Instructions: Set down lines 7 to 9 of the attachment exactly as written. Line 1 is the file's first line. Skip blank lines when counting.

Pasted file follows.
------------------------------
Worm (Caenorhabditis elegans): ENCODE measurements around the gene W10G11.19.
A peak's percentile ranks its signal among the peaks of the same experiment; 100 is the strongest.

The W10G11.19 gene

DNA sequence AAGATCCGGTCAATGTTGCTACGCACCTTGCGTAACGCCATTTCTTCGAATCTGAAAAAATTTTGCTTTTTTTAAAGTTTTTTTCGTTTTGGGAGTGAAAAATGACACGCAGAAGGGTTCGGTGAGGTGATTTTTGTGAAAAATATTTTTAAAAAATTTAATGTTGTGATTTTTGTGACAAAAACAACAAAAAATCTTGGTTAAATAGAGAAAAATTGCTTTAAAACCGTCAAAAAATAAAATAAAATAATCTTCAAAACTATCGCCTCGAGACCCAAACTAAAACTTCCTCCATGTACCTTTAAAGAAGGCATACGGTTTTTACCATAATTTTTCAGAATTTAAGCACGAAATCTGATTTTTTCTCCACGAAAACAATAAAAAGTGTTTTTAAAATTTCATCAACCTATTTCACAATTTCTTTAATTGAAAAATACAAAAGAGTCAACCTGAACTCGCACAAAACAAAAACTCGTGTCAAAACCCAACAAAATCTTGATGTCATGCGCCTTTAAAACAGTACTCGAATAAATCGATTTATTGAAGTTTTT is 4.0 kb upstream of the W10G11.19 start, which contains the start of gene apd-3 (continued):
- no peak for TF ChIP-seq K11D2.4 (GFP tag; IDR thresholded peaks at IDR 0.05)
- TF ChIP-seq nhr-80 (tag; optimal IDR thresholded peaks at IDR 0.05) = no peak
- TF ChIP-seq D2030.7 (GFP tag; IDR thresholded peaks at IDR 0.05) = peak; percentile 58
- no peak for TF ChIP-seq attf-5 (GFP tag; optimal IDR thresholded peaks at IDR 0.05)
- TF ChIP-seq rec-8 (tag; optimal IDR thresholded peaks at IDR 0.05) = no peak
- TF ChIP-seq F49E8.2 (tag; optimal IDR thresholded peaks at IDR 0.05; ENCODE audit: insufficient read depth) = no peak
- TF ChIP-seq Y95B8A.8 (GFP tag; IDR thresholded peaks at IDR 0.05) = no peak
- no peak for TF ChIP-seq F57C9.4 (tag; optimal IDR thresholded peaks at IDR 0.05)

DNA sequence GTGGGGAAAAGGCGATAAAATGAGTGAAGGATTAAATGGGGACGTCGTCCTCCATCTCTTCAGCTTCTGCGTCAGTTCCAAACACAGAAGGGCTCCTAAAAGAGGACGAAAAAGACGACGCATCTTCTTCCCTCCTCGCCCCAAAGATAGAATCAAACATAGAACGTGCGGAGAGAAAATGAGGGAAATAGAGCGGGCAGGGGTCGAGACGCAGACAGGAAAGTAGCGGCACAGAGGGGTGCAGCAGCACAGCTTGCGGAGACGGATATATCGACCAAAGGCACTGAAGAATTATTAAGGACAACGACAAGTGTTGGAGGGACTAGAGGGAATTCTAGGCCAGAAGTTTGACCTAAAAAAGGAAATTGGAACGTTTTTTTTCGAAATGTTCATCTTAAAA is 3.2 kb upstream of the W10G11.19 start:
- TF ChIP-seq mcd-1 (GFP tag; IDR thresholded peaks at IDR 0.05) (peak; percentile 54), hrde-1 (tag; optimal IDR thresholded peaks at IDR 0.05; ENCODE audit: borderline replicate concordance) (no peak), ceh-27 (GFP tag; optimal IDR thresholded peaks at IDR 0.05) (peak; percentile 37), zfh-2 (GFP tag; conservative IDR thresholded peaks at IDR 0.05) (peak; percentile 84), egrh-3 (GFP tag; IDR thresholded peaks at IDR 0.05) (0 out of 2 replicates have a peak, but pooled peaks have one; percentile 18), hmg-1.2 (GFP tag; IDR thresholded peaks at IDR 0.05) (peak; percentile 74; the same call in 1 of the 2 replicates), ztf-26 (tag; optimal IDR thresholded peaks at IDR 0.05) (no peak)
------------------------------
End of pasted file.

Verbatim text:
- TF ChIP-seq D2030.7 (GFP tag; IDR thresholded peaks at IDR 0.05) = peak; percentile 58
- no peak for TF ChIP-seq attf-5 (GFP tag; optimal IDR thresholded peaks at IDR 0.05)
- TF ChIP-seq rec-8 (tag; optimal IDR thresholded peaks at IDR 0.05) = no peak